Colige suspectos semper habitos

  6. #6
    Join Date
    Jul 2002
    Location
    SF Bay Area
    Posts
    14,508
    Worth waiting for - and rewatching - on the big screen.

  7. #7
    Join Date
    Sep 2002
    Location
    Ottawa Canada
    Posts
    5,610
    Quote Originally Posted by Chris Knipp View Post
    This is truly an unsummarizable film, and I won't begin to try.
    Wes' rage for control pays off richer than the naked eye can grasp. It left me hungry for more yet sated by all that was new despite the distinctive trademark style exhibited throughout.

    I sensed that this was an unsummarizable piece of cine from the trailer.
    I've loved pretty much all of his films; I really liked Budapest Hotel. Sorry to hear it's your least favorite.
    I'm happy he hired The Fonz...
    I look forward to every Wes Anderson film because he cares so much. Kubrick-level of scrupulous detail!
    "Set the controls for the heart of the Sun" - Pink Floyd

  8. #8
    Join Date
    Jul 2002
    Location
    SF Bay Area
    Posts
    14,508
    I know many love Budapest Hotel. You are not alone. I may like some of the other Wes films more than you do. The Life Aquatic. The Darjeeling Limited. And I love Fantastic Mr. Fox. Isle of Dogs on the other hand I gather many weren't excited about. Neither was I.
    I was referring to two different things there. Unsummarizable is one thing, the other different thing is the complexity of visual content of certain shots.
    The Fonz plays a very, very minor role.
    Last edited by Chris Knipp; 11-08-2021 at 09:51 PM.

  9. #9
    Join Date
    Nov 2002
    Location
    North Carolina
    Posts
    1,625
    This is an homage to journalists. Note, I didn't say writers, I said journalists, as was evidenced by his dedication at the end to such luminaries as E.B. White and James Thurber among many others (I loved the hilarious newspaper editors who pointed out errors in writing). When I studied journalism at Ohio State, I quickly realized the difference between writing, say fiction, and writing "the story" about a witnessed event. That Anderson should break up the film into sections of the newspaper was a brilliant stroke of genius; and I believe we can (all of us here... all, what three or four of us left?) agree that Wes Anderson is a genius. I believe I spotted more "art house" currently working actors in this film than in any other film I've ever seen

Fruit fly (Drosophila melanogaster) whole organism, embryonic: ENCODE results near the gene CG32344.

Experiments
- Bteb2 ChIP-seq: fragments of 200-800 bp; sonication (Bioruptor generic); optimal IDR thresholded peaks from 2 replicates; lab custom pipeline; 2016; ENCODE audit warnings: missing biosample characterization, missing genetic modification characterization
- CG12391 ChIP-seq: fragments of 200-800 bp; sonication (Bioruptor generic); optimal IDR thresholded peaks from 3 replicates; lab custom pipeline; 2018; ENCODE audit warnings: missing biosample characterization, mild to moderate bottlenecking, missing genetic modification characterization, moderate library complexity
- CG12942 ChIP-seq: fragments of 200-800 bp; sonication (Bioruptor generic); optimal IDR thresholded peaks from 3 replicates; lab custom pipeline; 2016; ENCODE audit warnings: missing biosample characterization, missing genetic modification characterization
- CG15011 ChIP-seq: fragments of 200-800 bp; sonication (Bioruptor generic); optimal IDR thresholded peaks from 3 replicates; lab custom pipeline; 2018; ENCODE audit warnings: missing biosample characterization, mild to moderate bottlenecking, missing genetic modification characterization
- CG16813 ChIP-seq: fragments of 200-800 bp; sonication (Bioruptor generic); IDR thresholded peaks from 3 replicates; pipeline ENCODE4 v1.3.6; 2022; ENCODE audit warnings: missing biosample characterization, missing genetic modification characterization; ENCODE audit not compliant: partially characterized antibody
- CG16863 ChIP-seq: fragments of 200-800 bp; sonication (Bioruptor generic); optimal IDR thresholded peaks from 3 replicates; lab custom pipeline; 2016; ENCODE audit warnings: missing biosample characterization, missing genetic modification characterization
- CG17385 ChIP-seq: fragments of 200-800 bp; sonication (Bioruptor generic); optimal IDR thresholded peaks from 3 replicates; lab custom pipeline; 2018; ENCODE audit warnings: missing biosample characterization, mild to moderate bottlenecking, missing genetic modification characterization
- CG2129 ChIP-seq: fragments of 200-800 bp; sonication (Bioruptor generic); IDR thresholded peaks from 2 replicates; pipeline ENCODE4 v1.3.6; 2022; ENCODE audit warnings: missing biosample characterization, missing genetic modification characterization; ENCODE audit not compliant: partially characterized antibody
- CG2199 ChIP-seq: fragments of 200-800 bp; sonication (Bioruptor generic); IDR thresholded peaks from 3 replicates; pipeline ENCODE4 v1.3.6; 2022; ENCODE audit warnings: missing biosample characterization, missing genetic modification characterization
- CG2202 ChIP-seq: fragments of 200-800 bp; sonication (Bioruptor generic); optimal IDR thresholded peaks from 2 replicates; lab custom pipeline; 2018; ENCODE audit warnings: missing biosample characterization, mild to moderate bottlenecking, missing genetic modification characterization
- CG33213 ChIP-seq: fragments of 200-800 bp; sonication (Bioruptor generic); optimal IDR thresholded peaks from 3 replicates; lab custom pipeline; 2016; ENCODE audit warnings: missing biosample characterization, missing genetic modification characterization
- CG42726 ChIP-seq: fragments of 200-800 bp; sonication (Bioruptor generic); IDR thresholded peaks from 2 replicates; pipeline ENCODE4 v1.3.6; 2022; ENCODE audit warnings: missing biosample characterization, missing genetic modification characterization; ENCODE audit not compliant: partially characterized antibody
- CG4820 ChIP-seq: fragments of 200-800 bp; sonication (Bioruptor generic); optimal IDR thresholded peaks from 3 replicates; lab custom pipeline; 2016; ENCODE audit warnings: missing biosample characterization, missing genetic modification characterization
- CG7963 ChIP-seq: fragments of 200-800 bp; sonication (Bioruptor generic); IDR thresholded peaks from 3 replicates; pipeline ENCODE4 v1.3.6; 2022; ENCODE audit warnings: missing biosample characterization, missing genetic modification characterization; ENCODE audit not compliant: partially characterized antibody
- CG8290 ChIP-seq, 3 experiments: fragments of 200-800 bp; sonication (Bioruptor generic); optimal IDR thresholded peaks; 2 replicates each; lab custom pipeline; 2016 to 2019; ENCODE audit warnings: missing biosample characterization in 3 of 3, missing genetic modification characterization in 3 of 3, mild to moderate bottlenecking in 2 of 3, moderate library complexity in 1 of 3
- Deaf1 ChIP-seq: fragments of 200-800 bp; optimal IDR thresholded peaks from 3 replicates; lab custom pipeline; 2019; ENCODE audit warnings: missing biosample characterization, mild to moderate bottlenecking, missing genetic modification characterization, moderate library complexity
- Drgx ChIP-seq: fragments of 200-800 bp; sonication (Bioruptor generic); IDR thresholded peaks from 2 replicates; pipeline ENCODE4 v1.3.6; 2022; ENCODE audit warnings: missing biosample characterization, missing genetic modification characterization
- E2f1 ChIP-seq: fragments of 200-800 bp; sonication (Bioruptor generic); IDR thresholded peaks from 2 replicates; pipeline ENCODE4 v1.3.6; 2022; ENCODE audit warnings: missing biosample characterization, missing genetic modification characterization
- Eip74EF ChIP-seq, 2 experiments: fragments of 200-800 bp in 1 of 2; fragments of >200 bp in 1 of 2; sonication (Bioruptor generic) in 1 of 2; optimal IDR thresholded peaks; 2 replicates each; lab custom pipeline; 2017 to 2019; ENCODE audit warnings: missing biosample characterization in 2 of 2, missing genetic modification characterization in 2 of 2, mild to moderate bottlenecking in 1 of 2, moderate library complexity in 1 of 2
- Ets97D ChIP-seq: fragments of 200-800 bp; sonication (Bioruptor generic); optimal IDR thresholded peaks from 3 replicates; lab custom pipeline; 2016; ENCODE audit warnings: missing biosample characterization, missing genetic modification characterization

I don't know if people realize how he staged several scenes. He used a lot of miniatures, from the opening scene of the building, to the airship, to the prison, to the kidnappers building; all were done in miniature. Most, if not all, of the tableaus were accomplished simply by the actors holding still and objects being suspended in the air. They were not, NOT, accomplished the same way the Wachowski's used the multi-camera technique of taking multiple shots of a scene and then rotating it in three dimensions. Anderson set up the scene and then moved the camera past so that the "still" shot told a story in the same way a photograph of an important moment would. Unfortunately, he must have been running out of money because in some of the takes you can see actors not quite able to hold perfectly still. We will forgive him for that minor error.

    Of the five or six stories, I think I liked the Jeffery Wright story the best; though the Tilda Swinton/Benicio Del Toro story takes a close second. Lea Seydoux has had a busy season with her Bond film and then Dispatch coming out at virtually the same time. Steve Park is barely recognizable as the chef, Nescafier (a take off on Nescafe?) who practically steals the show from stars Edward Norton (villain chauffeur) and Mathieu Almaric as the commissioner. Did anyone except Timothy Chalamet have more than five minutes of screen time? And then out of the blue, there's Saoirse Ronan as the junkie floozy who sings through the door. I kept smiling all the way through at the number of cameos appearances and ended up going to IMDB to identify them all.

    The only criticism I had would be the flat sort of nonplussed way he had the actors deliver all of the lines. With the exception of Chalamet, no actor had any kind of emotional delivery; well, Brody did, too. Otherwise, all of the actors underplayed each scene, which I suppose lends to his style of directing. All in all, I not only loved the film, but plan on seeing it again this week as it leaves Thursday and, according to the theater manager, had the poorest turnout of any film this "fall" season. I would say this is the finest Wes Anderson film he's ever made with Hotel Budapest taking up a close second. Being a journalist, that is my unbiased opinion.